Read the full story in O’Fallon Weekly.
Braden Gaab, a freshman at O’Fallon Township High School and an Eagle Scout, has left a lasting legacy at Amelia V. Carriel Junior High in an attempt to aid in the preservation and migration of Monarch butterflies. Gaab, under the supervision of his seventh grade science teacher, Mrs. Amanda Mellenthin, created a butterfly garden and certified Monarch Waystation.
Read the full story from SCARCE.
For the past year SCARCE Director Kay McKeen worked with Jennifer Walling of the Illinois Environmental Council to get a state-level bill written and signed into law that would prohibit any language in school food-service contracts that prevented donation of leftover food items. The Food Donation for Schools and Public Agencies bill was signed by Gov. Rauner on July 15, 2016 and took effect immediately.
Read the full story in GreenBiz.
Can we afford to teach our children? In the U.S. we generally can agree that educating our children is important. Consensus stops there.
Whether the U.S. education system is broken, and if so, how to best fix it, is an increasingly politicized debate. Current discussions on how to improve education have focused on better teachers, better technology and more funding (which deepens the debate on who should pay for it).
But consider that each year K–12 schools spend more than $8 billion on energy — more than they spend on computers and textbooks combined. Too commonly overlooked is the opportunity to cost-effectively improve our nation’s schools and enhance student performance by tackling the performance of the very buildings in which children, faculty and staff spend more than eight hours each day.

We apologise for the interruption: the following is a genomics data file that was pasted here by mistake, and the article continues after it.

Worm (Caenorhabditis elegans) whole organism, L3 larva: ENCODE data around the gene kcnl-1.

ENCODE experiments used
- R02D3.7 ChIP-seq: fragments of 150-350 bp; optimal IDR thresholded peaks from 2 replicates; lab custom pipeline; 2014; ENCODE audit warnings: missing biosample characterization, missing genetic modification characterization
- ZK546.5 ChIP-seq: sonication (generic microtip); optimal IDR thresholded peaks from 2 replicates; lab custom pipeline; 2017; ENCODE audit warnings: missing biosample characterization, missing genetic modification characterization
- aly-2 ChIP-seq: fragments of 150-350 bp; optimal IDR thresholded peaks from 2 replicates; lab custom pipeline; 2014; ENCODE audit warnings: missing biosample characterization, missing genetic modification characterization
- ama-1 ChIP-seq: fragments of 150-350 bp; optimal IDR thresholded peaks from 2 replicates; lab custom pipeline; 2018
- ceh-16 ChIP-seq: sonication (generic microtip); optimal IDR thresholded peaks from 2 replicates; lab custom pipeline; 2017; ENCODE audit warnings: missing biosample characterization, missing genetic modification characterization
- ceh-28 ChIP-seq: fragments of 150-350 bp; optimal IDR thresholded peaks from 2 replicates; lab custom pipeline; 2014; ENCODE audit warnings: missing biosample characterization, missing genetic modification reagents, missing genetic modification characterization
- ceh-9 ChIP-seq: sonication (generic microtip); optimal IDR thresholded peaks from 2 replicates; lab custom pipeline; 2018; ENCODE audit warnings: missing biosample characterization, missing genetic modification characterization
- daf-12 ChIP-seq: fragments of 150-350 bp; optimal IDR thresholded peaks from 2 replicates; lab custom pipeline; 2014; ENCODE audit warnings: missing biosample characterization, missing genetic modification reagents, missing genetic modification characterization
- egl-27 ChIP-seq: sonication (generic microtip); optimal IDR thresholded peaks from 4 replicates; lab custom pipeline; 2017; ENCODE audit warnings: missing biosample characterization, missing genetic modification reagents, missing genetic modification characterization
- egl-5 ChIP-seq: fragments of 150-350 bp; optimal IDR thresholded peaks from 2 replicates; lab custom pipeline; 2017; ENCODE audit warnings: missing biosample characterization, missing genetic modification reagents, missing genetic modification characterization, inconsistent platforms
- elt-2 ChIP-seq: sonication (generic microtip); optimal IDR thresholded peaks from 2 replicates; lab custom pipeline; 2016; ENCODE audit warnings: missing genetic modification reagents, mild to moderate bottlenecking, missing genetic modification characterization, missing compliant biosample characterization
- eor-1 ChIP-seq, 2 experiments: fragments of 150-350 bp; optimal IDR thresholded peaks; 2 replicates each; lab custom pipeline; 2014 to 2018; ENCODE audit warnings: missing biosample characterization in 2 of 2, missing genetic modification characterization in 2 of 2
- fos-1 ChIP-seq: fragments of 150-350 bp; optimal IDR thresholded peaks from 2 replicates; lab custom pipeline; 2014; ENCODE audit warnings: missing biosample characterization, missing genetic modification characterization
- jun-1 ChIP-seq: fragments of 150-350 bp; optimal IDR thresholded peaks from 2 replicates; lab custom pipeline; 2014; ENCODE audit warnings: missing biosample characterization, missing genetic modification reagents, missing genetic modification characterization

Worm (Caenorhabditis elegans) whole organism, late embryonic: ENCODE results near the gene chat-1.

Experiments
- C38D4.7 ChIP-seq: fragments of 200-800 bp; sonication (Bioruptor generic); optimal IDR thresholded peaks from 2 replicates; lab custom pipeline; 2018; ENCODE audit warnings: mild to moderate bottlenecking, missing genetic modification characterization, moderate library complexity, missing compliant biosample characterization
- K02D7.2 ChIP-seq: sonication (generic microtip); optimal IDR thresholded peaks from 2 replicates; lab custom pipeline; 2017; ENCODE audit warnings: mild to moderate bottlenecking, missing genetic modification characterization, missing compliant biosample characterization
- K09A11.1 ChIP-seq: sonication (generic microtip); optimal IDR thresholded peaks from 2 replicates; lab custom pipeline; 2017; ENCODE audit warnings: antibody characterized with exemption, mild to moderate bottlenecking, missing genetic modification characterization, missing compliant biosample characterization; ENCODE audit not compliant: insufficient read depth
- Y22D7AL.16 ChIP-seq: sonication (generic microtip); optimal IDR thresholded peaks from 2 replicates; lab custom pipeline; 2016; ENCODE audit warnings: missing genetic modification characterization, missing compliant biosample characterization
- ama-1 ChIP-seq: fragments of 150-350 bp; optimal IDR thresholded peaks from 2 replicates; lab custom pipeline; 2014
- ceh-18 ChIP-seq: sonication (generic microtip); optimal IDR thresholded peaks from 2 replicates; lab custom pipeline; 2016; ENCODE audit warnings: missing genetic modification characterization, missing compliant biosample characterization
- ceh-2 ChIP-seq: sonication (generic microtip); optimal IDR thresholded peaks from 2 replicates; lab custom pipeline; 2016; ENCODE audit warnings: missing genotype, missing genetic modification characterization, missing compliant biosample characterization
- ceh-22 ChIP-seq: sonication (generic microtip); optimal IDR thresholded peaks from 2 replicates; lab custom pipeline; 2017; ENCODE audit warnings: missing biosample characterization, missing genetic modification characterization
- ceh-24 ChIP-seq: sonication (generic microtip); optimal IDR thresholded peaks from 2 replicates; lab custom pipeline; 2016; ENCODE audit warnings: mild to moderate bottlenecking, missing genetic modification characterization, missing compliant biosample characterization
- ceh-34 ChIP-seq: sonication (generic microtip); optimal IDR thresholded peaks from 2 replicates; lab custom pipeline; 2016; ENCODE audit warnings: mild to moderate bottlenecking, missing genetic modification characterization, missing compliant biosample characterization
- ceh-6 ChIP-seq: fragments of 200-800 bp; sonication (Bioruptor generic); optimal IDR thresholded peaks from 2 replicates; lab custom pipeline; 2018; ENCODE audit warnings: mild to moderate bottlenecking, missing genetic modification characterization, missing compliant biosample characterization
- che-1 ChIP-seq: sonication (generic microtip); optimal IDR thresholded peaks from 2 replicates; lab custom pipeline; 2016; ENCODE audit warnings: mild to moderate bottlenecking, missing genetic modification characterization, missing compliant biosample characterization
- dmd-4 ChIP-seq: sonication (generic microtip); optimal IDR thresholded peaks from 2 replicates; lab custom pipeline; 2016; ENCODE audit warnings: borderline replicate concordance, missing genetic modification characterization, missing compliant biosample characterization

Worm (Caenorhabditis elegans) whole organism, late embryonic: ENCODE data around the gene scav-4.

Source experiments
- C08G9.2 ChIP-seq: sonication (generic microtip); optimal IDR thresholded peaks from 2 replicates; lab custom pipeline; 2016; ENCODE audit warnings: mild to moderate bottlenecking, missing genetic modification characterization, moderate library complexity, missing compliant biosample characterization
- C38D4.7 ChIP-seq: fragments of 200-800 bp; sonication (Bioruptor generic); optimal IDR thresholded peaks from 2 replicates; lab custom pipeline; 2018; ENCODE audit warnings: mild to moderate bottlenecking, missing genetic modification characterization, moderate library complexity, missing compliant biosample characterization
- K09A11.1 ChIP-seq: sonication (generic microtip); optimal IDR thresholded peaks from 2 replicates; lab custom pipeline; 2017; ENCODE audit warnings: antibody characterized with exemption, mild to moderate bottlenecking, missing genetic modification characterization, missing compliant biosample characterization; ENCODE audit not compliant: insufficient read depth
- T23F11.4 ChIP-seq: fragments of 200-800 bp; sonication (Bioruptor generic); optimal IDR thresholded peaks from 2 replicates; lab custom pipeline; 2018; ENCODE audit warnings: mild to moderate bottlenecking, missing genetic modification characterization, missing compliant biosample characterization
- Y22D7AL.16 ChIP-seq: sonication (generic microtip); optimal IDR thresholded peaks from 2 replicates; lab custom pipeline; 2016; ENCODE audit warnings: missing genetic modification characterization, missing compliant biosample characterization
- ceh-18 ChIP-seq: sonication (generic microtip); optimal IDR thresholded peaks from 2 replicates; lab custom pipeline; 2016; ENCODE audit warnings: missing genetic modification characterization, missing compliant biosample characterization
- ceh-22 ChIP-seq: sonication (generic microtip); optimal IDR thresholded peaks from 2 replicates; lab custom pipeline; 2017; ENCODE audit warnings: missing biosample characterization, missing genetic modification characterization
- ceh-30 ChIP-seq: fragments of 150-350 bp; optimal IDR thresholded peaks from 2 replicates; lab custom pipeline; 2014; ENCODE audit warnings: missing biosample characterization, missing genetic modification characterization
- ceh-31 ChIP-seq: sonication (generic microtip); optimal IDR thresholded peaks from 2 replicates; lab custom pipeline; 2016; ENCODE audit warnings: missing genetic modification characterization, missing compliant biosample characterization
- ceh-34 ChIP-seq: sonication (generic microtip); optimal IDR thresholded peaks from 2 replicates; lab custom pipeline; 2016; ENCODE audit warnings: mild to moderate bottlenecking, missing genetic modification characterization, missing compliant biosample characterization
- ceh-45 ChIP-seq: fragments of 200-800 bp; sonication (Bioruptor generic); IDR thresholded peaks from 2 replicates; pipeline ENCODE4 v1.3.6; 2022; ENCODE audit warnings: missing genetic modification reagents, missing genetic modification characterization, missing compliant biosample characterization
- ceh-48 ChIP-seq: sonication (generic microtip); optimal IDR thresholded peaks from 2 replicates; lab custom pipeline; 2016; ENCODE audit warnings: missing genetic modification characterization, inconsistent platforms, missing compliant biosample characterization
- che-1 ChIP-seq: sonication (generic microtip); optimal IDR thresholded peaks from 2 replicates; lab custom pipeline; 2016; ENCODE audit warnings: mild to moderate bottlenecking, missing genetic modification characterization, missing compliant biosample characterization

Read the full story in the Washington Post.
In Portland, Ore., furious parents are demanding the superintendent’s resignation after the state’s largest public school district failed to notify them promptly about elevated lead levels detected at taps and fountains.
In New Jersey, Gov. Chris Christie (R) has ordered lead testing at every public school in the state after dozens of schools in Newark and elsewhere were found to have lead-contaminated water supplies.
In the District, which experienced a devastating lead crisis barely a decade ago, officials last month announced plans to spend millions of dollars to install water filters and more rigorously test the city’s public schools and recreation centers after a handful were found to have unacceptable lead levels.
The ongoing crisis in Flint, Mich., has shined a spotlight on the public-health hazards that lead continues to pose in U.S. drinking water. In particular, it has led to renewed pressure to test for the problem in the nation’s schools, where millions of young children, the age group most vulnerable to lead poisoning, spend their days.